Sculptor, Andries Visser invites The Insider SA into his studio to show us the process behind transforming wood into art. We get to know his family and his inspirational story of discovering purpose through following his passion.

Namibian-born Andries Visser is a renowned sculptor, known for his ability to turn wood into sustainable and beautiful works of art that, despite the solid structure, have a sense of motion and fluidity.

Andries’ story never started in an art school. While creativity was prevalent and valued in his family growing up, it was never considered as a viable career option. Instead, Andries studied law and subsequently pursued a successful corporate career for over 20 years.

It wasn’t until a near-death experience that Andries really started to re-evaluate his life, priorities and purpose. Andries shares, “I got sent to Bloemfontein for two years to manage the central South African provinces for the Multi-National Company I worked for. This was not ideal because for various practical reasons I couldn’t take the family with. It all became incredibly taxing”.

Andries found an irony in how, the higher you climb the corporate ladder, the more they ask of you and the further away it takes you from the things that truly matter: your family. “The watershed moment happened in Bloemfontein. I was in a motorcycle accident. It was a very serious one and I was in the hospital for a total of three months”. This time spent bedridden allowed Andries to really reconsider his direction, priorities and passions in life.

Shortly after, and because he was searching, his eyes were opened to his true purpose in life: wood sculpting.

Andries shares his start-up story explaining, “The sculpting thing actually came by chance”. Having received from his parents a large weathered glass sphere, an actual 1930s Chinese fishing net float that washed up on the Namibian coast, Andries envisioned the destructive ball cupped in a large wooden hand. He simply thought to himself, “Well, I’ve got nothing to lose, I’m just going to attempt to sculpt a hand myself”. This moment kickstarted Andries’ incredible self-made art journey.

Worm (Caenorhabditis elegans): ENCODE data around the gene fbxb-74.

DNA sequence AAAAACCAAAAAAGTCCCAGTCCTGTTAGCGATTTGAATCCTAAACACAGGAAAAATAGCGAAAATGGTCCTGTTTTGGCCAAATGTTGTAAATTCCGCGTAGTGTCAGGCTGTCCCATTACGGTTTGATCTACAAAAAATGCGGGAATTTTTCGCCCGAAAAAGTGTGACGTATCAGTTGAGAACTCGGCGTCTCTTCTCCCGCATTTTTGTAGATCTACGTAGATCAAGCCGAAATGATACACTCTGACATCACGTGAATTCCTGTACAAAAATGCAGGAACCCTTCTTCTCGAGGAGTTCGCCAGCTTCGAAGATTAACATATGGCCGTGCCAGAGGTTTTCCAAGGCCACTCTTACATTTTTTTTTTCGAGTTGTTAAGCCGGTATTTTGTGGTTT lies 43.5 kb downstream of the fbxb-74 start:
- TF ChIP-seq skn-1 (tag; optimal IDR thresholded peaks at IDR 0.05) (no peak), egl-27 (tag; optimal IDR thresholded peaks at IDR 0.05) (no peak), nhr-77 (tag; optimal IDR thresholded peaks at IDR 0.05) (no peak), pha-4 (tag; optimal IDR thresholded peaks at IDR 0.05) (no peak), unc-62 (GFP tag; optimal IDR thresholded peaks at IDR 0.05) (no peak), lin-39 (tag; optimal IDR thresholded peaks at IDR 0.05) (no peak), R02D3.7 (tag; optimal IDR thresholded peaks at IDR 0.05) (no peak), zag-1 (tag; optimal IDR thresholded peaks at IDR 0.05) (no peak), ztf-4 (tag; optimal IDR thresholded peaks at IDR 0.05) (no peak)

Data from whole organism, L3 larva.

With no art education or previous experience in wood sculpting, the craft came surprisingly naturally to Andries who felt like he could immediately understand how to work the wood.

Since he could never find a piece of wood big enough for his sculptures, Andries began constructing his own medium. Because of his passion for the environment and his desire to leave a sustainable environmental legacy, Andries only uses engineered wood from sustainable sources or reclaimed wood for his sculptures. He takes wood sheets and then laminates them together to form a rough shape from which to begin his work.

Andries’ studio is his “home away from home”. There you’ll find him every day hard at work chiselling, grinding, and refining his latest projects. Wood sculpting requires courage and care with many of the tools used being aggressive and dangerous. But most unforgiving of them all is the wood itself. Andries believes wood is a cruel mistress, saying it does not suffer fools or mistakes lightly.” Once you make a mistake in my specific medium, you can’t go back, you can’t erase or add material you have to change the shape to incorporate the mistake, and if the grinder bit too deep or the mistake is in a delicate place, sometimes there is no choice but to start over”

Out of all his creations, Andries’ first unfinished sculpture of a woman will always be cherished because of what it taught him. “She stands here as a reminder to be careful from the start, but she also stands here to remind me that sometimes it is a blessing to be forced to just start over. It is never a tragedy, it’s always an opportunity. I started her over and the second attempt was far superior as it gave me an opportunity to do some other things better as well. Often, I think of a detrimental mistake or accident, traumatic as it might be, as Divine Intervention. Is my life not an example of this? God used a horrible accident to make me start over, and the result so much better than the one I originally designed myself”.

These incredible life lessons are a part the legacy Andries would like to leave behind for his two boys, Kian and Ahron. “What is important for me to pass onto my sons is to adamantly search for your purpose, that’s where you will find fulfilment, and also that there is a possibility of creating a livelihood by just being creative if you so choose.

But beyond that, it’s to just be creative, even if you are not considered talented, and to spend time creating and letting your imagination flow. There are absolute wonders to be discovered in the recesses of your creative mind but you will never encounter them if you don’t occasionally dwell there”.

For a chance to see Andries’ work for yourself, find his solo exhibition starting 26th November at the Art@Clocktower Gallery at the V&A Waterfront. You can also visit the Zeitz Museum of Contemporary Art Africa in Cape Town where he’ll be exhibiting a piece at the Home is Where the Art Is Exhibition which started the 22nd of October.